Safeway, Albertsons announce merger
In a $9 billion deal, Safeway and Albertsons will merge under Albertsons’ parent. The companies said no stores are expected to close as a result of the merger.
The Idaho Statesman
Albertsons and Safeway, the nation’s second-largest grocery chain, said Thursday that they will merge under the control of the company that owns Albertsons.
Safeway’s CEO, Robert Edwards, will become the CEO of the new combined chain. Bob Miller, Albertsons’ CEO, will become executive chairman.
Albertsons’ parent, AB Acquisition, a unit of an investor group led by New York private-equity firm Cerberus Capital Management, will acquire all outstanding shares of Safeway, the companies said in a joint news release after stock markets closed for the day.
The $9 billion deal is expected to close in the fourth quarter of 2014. If the merger fails, the Albertsons parent company will have to pay Safeway $400 million.
“Working together will enable us to create cost savings that translate into price reductions for our customers,” Miller said. “Together, we will be able to respond to local needs more quickly and deliver outstanding products at the lowest possible price, more efficiently than ever before.”
“We have a large corporate office in Idaho. We’ll continue to have a strong presence there,” Miller said during a conference call Thursday. It is “too early to say which positions will be where.”
The deal will create a chain with more than 2,400 stores, 27 distribution centers and 20 manufacturing plants. The combined workforce will exceed 250,000.
The companies said no stores are expected to close as a result of the merger.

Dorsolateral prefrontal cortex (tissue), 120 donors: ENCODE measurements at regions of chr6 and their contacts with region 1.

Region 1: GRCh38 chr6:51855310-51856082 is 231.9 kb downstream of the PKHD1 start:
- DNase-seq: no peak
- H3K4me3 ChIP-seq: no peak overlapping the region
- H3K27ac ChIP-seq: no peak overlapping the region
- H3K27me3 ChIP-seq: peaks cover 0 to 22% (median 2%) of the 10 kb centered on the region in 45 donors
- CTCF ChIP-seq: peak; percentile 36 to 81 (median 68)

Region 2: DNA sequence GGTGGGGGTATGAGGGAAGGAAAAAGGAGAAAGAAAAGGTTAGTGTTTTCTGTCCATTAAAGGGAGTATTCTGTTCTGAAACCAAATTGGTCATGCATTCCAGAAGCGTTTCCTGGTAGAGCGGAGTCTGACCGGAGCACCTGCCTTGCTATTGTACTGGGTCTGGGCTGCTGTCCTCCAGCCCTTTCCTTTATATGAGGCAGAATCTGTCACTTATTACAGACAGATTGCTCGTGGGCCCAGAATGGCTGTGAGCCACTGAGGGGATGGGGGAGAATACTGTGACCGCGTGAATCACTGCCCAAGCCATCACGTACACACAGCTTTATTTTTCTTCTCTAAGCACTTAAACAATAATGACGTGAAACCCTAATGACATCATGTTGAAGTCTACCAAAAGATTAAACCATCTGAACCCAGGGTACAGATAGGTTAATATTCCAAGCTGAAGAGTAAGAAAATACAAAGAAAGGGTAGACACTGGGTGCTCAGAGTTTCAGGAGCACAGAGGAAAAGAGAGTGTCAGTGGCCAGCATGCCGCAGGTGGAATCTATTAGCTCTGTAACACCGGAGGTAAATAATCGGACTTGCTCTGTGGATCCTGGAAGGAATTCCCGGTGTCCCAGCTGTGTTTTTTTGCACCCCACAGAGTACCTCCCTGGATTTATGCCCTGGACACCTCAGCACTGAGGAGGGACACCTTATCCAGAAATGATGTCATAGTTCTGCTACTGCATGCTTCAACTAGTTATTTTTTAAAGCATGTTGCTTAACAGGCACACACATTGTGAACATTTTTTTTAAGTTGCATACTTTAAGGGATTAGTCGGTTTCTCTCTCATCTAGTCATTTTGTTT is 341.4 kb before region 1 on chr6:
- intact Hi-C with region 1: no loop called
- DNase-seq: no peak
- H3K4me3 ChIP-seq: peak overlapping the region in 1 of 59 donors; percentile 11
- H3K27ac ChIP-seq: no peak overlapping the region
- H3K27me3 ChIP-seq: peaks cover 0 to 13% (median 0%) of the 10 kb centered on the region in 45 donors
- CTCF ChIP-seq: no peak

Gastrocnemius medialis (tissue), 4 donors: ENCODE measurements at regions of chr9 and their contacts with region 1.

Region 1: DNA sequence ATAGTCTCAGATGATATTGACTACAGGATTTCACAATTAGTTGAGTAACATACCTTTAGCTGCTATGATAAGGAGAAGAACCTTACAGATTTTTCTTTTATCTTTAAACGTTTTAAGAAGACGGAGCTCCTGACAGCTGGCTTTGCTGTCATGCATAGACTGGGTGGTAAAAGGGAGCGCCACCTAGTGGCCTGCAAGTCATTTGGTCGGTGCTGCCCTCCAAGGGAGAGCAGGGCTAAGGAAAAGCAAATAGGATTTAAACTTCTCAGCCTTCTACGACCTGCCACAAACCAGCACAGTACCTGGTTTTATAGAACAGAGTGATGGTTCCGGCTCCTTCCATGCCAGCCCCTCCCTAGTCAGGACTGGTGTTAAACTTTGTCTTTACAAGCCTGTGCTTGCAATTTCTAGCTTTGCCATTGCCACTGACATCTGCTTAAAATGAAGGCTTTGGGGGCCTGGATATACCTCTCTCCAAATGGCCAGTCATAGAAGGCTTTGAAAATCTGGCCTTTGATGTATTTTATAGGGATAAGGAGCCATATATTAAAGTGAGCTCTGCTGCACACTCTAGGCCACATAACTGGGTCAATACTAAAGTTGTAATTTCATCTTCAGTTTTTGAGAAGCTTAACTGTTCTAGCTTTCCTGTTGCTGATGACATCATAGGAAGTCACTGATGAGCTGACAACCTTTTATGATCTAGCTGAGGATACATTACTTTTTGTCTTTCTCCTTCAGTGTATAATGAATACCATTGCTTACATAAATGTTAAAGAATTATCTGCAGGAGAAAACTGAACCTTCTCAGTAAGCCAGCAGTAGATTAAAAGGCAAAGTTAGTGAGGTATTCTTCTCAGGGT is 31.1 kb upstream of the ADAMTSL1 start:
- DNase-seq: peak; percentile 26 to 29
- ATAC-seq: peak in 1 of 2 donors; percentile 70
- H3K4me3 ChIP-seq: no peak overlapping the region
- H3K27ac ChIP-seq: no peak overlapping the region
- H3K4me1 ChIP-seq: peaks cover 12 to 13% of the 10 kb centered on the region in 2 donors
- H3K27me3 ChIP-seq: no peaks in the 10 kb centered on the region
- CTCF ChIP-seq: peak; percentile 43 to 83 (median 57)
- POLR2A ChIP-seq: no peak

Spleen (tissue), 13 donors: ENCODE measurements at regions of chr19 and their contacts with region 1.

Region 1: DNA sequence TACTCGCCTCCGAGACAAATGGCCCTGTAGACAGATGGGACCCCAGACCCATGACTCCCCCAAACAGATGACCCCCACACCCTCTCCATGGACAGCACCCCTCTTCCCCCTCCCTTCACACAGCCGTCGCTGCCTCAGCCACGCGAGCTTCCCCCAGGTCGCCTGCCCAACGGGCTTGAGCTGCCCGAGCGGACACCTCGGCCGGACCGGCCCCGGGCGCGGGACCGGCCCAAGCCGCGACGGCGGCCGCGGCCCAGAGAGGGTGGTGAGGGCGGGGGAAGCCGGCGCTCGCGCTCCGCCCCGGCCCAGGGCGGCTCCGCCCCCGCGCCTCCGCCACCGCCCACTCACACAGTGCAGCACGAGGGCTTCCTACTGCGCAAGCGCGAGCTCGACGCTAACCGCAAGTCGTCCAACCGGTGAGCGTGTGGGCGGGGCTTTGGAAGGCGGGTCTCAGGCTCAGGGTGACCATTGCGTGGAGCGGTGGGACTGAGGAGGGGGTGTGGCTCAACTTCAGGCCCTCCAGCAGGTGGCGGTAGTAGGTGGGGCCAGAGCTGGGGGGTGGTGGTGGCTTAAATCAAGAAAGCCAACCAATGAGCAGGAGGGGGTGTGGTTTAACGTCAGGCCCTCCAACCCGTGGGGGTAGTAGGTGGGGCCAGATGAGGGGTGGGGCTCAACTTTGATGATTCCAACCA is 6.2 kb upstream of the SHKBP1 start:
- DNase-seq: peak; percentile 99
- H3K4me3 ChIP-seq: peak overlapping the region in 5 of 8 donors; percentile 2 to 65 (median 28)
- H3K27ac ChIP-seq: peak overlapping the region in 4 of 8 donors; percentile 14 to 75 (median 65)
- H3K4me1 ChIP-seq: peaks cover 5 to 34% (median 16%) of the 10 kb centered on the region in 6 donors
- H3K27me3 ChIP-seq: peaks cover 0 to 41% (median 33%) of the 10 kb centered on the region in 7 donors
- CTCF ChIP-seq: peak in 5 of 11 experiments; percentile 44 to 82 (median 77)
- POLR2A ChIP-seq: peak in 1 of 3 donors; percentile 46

Safeway shareholders will receive $40 per share in the deal, slightly above the stock’s recent trading price, though Edwards noted that the price is 56 percent higher than Safeway’s share price six months ago. Shares closed at $39.47 on Thursday, valuing Safeway at about $9 billion.
With traditional grocers continuing to struggle nationwide, Safeway, based in Pleasanton, Calif., put itself up for sale last month. Analysts and industry watchers said a Safeway sale would reshape the industry, leading to the closure of stores across California and the Southwest and transforming Safeway into a neighborhood grocer that more closely resembles Trader Joe’s.
Boise, Idaho-based Albertsons got its start almost 75 years ago in North Boise, where Joe Albertson opened a grocery store he called “Idaho’s largest and finest.” By 2006, Albertsons Inc. stretched from coast to coast, with about 2,500 stores and 240,000 employees under several banners, including Albertsons, Acme Markets, Bristol Farms, Jewel-Osco, Shaw’s and Star Markets. It was the second-largest grocery chain in the U.S.
That year, Albertsons Inc. did what Safeway did eight years later: Gave in to pressures from discount retailers and put itself up for sale.
The company was sold in three pieces for $17.4 billion. Stand-alone pharmacies were sold to CVS. Some of the grocery stores, including all the Albertsons supermarkets in Idaho and the non-Albertsons chains, went to Minnesota-based SuperValu, a grocery wholesaler with a retail arm it sought to expand.
The Albertsons stores SuperValu didn’t want — more than 600 of them, mostly in weak Albertsons Inc. divisions in the South and Southwest — were bought by the same Cerberus consortium buying Safeway. They hired some Albertsons Inc. executives to run it from Boise.
Cerberus pared the store roster to 190, earning millions for itself and its partners by selling failed properties for their real-estate value. When SuperValu finally gave up and put itself up for sale, Cerberus bought the remaining former Albertsons Inc. stores and reunited the two Albertsons chains in Boise. Albertsons quickly hired about 900 new employees in Idaho.
Safeway has been panned for neglected stores and ranked by industry publications as having among the worst customer service in retail.
Cerberus’ investment partners are Kimco Realty, Klaff Realty, Lubert-Adler Partners and Schottenstein Stores.